Spacex dedicated tanker versions of BFS for orbital refueling business

SpaceX indicated that will have orbital refueling in Elon Musks IAC 2017 presentation. Tanker versions of the BFS (top half of the BFR) will enable an orbital refueling business.

Spacex may also buying propellants from in-space resources for refueling missions to Mars and other destinations.

An orbital propellant depot is a cache of propellant that is placed in orbit around Earth or another body to allow spacecraft or the transfer stage of the spacecraft to be fueled in space.

Ex-NASA administrator Mike Griffin commented at the 52nd AAS Annual Meeting in Houston, November 2005, that “at a conservatively low government price of $10,000/kg in LEO, 250 MT of fuel for two missions per year is worth $2.5 Billion, at government rates.” If one assumes that a 130 metric tonne launch vehicle could be flown twice a year for $2.5 billion, the price is about $10,000/kg.

Currently a Falcon 9 launch costs an average of $57 million, which works out to less than $2,500 per pound ($5500 per kg) to orbit.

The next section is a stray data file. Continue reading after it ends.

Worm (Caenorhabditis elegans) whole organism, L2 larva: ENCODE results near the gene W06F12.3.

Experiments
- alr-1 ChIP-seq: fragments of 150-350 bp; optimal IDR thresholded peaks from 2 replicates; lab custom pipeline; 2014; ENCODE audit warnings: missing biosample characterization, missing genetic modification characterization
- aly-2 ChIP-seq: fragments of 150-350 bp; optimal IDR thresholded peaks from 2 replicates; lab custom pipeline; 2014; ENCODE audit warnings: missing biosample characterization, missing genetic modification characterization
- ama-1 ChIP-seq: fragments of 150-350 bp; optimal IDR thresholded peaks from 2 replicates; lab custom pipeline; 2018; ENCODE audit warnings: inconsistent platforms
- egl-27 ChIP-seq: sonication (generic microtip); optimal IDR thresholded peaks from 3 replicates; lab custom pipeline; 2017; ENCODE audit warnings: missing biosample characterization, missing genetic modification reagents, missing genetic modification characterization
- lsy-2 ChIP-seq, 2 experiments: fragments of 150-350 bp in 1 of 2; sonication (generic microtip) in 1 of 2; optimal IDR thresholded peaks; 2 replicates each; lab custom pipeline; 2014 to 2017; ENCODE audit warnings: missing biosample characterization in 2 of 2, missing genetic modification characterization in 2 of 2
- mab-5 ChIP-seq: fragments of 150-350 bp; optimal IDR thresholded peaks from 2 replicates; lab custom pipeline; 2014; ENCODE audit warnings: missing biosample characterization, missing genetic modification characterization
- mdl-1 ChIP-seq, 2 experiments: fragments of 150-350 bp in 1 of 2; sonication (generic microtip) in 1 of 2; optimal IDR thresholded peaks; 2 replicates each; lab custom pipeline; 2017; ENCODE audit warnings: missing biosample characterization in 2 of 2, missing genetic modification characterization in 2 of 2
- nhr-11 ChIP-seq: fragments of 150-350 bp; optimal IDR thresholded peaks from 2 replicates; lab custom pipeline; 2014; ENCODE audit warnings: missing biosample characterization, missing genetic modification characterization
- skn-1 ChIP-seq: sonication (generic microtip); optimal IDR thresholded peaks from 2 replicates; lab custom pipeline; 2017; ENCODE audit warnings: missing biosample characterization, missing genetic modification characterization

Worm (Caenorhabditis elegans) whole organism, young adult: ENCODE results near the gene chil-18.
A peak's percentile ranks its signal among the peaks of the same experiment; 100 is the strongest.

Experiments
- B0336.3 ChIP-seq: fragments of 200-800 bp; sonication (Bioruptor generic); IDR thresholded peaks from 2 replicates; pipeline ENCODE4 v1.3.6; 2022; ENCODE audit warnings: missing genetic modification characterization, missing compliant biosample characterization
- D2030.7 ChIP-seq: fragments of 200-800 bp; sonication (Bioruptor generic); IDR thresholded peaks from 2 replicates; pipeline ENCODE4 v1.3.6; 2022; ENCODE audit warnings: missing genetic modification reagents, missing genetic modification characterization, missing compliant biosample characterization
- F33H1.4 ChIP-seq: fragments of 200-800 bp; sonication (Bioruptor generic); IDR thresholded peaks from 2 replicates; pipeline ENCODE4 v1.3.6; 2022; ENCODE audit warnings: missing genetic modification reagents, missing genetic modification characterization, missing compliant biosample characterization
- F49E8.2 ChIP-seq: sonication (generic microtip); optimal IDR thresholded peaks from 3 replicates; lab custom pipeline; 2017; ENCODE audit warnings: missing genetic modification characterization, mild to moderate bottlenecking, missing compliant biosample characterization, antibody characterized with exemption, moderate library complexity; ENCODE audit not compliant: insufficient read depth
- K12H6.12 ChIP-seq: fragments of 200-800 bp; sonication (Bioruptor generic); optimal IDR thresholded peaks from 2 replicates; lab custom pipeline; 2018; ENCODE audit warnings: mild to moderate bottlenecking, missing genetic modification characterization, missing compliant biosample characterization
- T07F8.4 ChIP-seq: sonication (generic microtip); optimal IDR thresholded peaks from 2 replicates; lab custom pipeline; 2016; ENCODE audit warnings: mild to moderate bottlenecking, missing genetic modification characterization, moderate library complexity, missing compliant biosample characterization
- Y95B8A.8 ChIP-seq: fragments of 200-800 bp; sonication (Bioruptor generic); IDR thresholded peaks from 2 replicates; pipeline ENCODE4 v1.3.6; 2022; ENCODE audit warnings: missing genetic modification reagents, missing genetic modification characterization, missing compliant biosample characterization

As of April 2016, SpaceX had indicated that a Falcon Heavy could lift 63800 kg to LEO for a cost of $90 million a launch – which works out to $1410 per kg.

The target cost for the Spacex BFR is $5-10 million per reusable 150 ton launch. This would be $33 to $67 per kg.

Spacex is targeting once a week launches and the new Falcon 9 block 5 could have 1-2 day relaunches.

4 thoughts on “Spacex dedicated tanker versions of BFS for orbital refueling business”

  1. SpaceX should consider making a standing offer to buy liquid oxygen stockpiled in geo-transfer orbit or perhaps a Lagrange point, for a bit less than the cost for SpaceX to launch it. Somewhere around $50/pound, apparently, once they get BFR working.

  2. Musk emphasized the expected reusability of the tankers in order to have fuel-rich mission architectures.

    That is a requirement for faster transit times to Mars or anywhere in the Solar System you’ll care to go, and for sending luna missions that can return with their onboard fuel.

    But there is no restriction for making expendable fuel depots that are meant to stay at some far away destination. Those probably can have a different configuration to that of the reusable tankers, not needing a cargo bay or crew section. In those. the fuel itself would be the only cargo.


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